'You know those men who turn 45 or 50 and just go to the corner shop for a bottle of milk and never come back?'

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"He hit me," Karen tells me at last. "Yesterday Toby hit me."

"Karen! I don't believe it."

"Well, more of a smack, really," - strands of hair whip across her face in the freezing wind - "But I tell you, it hurt."

The children are far away, tearing ahead, towards the mound of grass where Peter Pan gazes eerily down from his fairy-encrusted pedestal. It's nearly four and the sky's molten, shot with liquid pink, air heavy with snow. Cigarette ends flash as people pass us, lights flicking on, Kensington Gardens fast emptying.

"Where?" I ask her. "Where did he hit you?"

"Here," Karen touches behind her ear, "I had to take Nurofen." She bites her lip, calls to Hetty, 18 months, who has let go of the pushchair and is running off, pink snow-suited arms waving. "He lost his temper. I said something he didn't like."

"What, for God's sake?"

"That he wanted to change the world, but couldn't be bothered to change a nappy."

"But I thought he was so good about - "

"He was, with Lucy, it was a novelty. Not any more - he wished we'd never had Hetty, you know."

"Oh, Karen."

"He doesn't like me," she says almost to herself. "Even the sight of me." Geese are standing in distant, tentative crowds on the frozen Serpentine.

Lucy (nine), Karen's eldest, Jacob and Chloe are already at the statue, suspiciously eyeing the boy who wouldn't grow up. Raphael, who was a baby in a pushchair last time we came, hoots with excitement.

"Look," Karen points. "A squirrel." The animal watches us from a few feet away, paws wrapped anxiously around a nut. Hetty is about to rush at it, but Karen grabs her hood.

"Why are they so tame here?" asks Jacob.

"They weigh up the danger against the possibility of getting fed," I say.

"And I know which one wins," Lucy says.

I've known Karen more than 10 years, since we sat in wine bars together and pulled the wings off each other's boyfriends. When she met Toby, he was working on a travel magazine, but gave it up to write full-time - she was a legal secretary and kept them both. "Actually, he never wanted kids, you know," she says - and I suppose I do know, but, like her, I've blanked it out - "too keen on doing his own thing."

Peter Pan listens smugly to this tale of domestic woe. There are crows and baby rabbits at his feet - and our own babies, worshipping with their little, grubby, mittened hands, waiting to be spirited off to fight Captain Hook. "Come on, Lost Boys, who wants to get a drink at the cafe?"

"Why are they called Lost?" asks Lucy, frowning.

"They fell out of their prams when they were babies." Karen roughly straps a rigid, struggling Hetty into the pushchair, clips the harness.

"Were they properly strapped in?" Chloe asks, concerned.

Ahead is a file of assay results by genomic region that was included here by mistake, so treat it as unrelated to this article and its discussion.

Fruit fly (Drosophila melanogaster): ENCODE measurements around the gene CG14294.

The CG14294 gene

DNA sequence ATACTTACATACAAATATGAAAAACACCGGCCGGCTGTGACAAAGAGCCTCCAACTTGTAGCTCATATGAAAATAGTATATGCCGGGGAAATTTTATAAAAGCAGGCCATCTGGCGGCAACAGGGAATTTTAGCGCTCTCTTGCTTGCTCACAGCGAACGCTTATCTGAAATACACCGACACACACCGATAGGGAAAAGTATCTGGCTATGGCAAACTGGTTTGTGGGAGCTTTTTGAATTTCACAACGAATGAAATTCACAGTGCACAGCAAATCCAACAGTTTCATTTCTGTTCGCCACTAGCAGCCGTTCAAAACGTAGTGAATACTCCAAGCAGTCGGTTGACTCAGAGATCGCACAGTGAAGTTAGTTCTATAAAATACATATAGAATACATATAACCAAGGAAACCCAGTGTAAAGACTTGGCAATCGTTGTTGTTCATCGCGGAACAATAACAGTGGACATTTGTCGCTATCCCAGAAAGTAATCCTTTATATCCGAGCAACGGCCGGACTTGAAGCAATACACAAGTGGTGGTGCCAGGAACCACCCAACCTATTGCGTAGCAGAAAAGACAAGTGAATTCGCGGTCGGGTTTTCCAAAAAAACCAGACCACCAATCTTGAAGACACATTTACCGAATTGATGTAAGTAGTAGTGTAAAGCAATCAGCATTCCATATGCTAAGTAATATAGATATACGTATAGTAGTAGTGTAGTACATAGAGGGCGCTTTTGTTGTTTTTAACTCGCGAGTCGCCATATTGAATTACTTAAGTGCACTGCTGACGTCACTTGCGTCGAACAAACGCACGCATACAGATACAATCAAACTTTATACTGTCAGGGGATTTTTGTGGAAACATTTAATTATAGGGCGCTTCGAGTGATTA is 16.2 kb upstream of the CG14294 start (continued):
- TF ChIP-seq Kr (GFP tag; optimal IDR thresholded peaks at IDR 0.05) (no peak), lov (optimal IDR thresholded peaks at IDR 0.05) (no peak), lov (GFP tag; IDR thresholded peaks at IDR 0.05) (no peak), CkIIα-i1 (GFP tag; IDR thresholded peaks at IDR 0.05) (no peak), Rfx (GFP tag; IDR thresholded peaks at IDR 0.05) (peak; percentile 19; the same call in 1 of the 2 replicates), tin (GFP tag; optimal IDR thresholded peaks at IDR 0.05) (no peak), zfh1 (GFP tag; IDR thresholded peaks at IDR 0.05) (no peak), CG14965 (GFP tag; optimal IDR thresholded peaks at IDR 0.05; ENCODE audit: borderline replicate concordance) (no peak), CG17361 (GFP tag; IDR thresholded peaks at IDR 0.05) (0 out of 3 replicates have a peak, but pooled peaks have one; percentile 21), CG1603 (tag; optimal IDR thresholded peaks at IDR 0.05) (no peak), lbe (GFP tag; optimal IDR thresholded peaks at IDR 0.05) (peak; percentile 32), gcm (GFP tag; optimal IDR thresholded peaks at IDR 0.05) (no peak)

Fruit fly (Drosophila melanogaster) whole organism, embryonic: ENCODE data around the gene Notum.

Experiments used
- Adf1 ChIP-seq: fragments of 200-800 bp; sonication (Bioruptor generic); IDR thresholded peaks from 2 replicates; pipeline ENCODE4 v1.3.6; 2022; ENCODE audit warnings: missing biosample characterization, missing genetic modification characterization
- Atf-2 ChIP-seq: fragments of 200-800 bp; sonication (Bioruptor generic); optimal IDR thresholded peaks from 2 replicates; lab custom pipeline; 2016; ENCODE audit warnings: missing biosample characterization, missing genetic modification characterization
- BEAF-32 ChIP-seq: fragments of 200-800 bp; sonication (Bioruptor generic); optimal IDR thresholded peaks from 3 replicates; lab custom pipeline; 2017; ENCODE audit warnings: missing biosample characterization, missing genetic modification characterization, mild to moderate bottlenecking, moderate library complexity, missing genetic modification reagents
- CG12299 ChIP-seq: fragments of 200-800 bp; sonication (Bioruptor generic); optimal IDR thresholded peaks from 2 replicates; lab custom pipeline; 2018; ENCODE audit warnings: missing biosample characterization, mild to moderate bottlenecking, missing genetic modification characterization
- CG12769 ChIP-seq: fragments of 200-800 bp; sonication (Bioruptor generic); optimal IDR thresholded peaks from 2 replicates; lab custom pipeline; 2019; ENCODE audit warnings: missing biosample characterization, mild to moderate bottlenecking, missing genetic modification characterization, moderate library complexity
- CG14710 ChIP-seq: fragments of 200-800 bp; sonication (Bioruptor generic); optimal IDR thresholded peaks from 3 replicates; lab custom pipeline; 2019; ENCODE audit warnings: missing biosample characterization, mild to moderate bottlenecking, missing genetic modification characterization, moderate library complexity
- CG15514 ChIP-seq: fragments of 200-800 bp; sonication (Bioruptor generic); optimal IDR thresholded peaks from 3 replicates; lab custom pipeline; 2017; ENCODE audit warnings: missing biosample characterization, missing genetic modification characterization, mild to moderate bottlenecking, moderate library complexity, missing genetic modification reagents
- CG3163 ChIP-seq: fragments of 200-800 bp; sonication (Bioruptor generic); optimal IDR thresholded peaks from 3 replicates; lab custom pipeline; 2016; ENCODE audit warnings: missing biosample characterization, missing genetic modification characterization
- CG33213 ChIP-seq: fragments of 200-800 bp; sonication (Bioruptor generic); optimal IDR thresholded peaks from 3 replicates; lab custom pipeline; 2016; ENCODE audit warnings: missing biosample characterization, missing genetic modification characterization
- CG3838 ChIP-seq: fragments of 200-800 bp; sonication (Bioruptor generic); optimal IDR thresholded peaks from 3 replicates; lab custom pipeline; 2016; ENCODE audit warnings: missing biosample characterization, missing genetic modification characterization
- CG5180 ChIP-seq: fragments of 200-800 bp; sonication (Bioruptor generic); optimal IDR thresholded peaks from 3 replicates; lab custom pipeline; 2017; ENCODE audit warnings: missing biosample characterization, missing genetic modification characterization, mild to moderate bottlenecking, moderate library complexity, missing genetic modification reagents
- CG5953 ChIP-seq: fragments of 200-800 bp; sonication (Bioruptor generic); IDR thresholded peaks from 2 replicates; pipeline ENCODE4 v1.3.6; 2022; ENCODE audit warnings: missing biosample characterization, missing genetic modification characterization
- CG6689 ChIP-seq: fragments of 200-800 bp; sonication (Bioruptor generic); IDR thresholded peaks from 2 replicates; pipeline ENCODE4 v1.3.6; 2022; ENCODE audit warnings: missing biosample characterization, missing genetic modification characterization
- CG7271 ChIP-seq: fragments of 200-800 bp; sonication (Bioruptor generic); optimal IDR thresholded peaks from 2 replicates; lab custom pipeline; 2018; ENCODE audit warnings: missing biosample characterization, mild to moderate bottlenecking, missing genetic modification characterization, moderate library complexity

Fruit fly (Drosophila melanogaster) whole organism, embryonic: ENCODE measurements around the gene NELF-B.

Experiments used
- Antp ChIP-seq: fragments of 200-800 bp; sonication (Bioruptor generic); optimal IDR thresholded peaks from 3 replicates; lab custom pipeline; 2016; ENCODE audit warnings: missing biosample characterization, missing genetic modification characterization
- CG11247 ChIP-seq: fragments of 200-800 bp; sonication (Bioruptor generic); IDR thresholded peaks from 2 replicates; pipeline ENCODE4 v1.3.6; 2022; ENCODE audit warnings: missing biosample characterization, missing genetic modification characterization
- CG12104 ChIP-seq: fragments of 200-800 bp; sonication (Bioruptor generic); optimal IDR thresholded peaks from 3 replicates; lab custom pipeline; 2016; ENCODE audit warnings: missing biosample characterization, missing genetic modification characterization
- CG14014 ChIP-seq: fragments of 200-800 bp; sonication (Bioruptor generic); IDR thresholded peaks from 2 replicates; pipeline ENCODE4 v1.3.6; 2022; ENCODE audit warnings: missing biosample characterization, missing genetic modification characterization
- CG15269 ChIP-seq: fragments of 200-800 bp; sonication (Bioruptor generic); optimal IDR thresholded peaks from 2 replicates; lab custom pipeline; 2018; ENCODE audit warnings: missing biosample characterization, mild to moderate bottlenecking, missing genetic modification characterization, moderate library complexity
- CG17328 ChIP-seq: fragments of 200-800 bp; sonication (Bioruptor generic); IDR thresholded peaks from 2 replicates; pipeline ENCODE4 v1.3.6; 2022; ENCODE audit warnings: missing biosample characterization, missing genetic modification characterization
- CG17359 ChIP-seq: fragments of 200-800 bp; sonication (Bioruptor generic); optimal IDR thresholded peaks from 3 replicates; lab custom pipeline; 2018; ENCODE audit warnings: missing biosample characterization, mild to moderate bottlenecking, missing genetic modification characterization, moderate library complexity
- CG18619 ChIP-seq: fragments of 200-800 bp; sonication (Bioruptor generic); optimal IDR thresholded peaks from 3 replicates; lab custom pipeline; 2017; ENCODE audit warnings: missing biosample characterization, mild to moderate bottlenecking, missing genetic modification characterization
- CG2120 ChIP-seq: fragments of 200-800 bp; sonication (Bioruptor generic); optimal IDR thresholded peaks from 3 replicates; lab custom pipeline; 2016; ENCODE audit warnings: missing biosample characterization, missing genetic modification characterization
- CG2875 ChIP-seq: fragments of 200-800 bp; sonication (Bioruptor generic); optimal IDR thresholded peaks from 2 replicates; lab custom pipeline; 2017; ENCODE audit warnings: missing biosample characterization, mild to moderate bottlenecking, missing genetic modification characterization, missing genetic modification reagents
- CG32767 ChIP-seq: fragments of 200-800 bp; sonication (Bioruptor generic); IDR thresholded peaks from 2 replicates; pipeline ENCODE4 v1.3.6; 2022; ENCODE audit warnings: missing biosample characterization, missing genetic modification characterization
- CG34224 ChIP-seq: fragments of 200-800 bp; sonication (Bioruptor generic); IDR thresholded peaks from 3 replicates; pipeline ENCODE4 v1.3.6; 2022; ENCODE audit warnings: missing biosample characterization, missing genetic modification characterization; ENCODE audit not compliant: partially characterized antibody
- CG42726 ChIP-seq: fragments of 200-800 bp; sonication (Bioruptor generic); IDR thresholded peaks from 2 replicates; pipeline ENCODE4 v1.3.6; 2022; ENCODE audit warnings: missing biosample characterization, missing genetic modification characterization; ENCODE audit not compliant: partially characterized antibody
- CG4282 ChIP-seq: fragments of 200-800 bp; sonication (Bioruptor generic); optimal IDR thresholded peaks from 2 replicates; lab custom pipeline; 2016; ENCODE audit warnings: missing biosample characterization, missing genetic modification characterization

"Good question," I reply. Could the Child Accident Prevention Trust have prevented the flight to Never Never Land?

"He hates the weekends," says Karen. "Hates all the child care, being with the kids, the meals, the cleaning up. All day Saturday and Sunday, it's all you do isn't it? He'd like to shed his life and start again. You know those men who turn 45 or 50 and just go to the corner shop for a bottle of milk or a packet of fags and never come back?"

"Does Lucy know?" I ask her.

"Not that he hit me, but she hears us yelling at each other. He said sorry, but it didn't seem like much, just that weird, meaningless little word." Karen's crying now, "It's kind of the beginning of the end, isn't it?" she fumbles for a scrap of tissue, "Should I leave him to it, do you think? How do you leave someone you're so used to?"

I think of my mother who, at 33, bravely left my father when - but not just because - he hit her. I remember the cramps in my stomach when I lay in bed and heard them fighting, the almost physical relief when she left and took us with her, the various messes that followed. I say nothing.

We reach the little kiosk-cafe by the playground. It's far too cold for ice-cream, but Karen gets them for the kids anyway, weak cappuccinos in Styrofoam cups for us. I watch her smiling at the man in the kiosk and think how beautiful she is - long, strawberry-blond hair and a heart-shaped face, mouth smooth and curly like rose petals. I used to measure everything by her face.

"Careful, you guys - the cones are thin and crumbly." We get the travel pack of baby-wipes ready. The children stand in a chilly, serious-faced circle, licking.

It's snowing properly now, perfect, floaty, feathery flakes. "So what would you do?" Karen asks me and I suddenly remember all the times I haven't liked Toby all that much, but have ignored the feeling for her sake.

"Depends if you still love him," I say.

"No such bloody thing as love," says Karen quickly. "Not in that sense. You don't fall in and out of it - it's whether someone's pleased to see you in the morning, an on-going state of happiness."

"You don't love him," I inform her.

"I don't love him," she mouths after me, practising.

"A year from now you'll be somewhere else entirely," I tell her, noticing how easy it is to predict these things for other people. And I look up and see Lucy watching us, edgy, biting her thumbnail, eyes darting nervily around.

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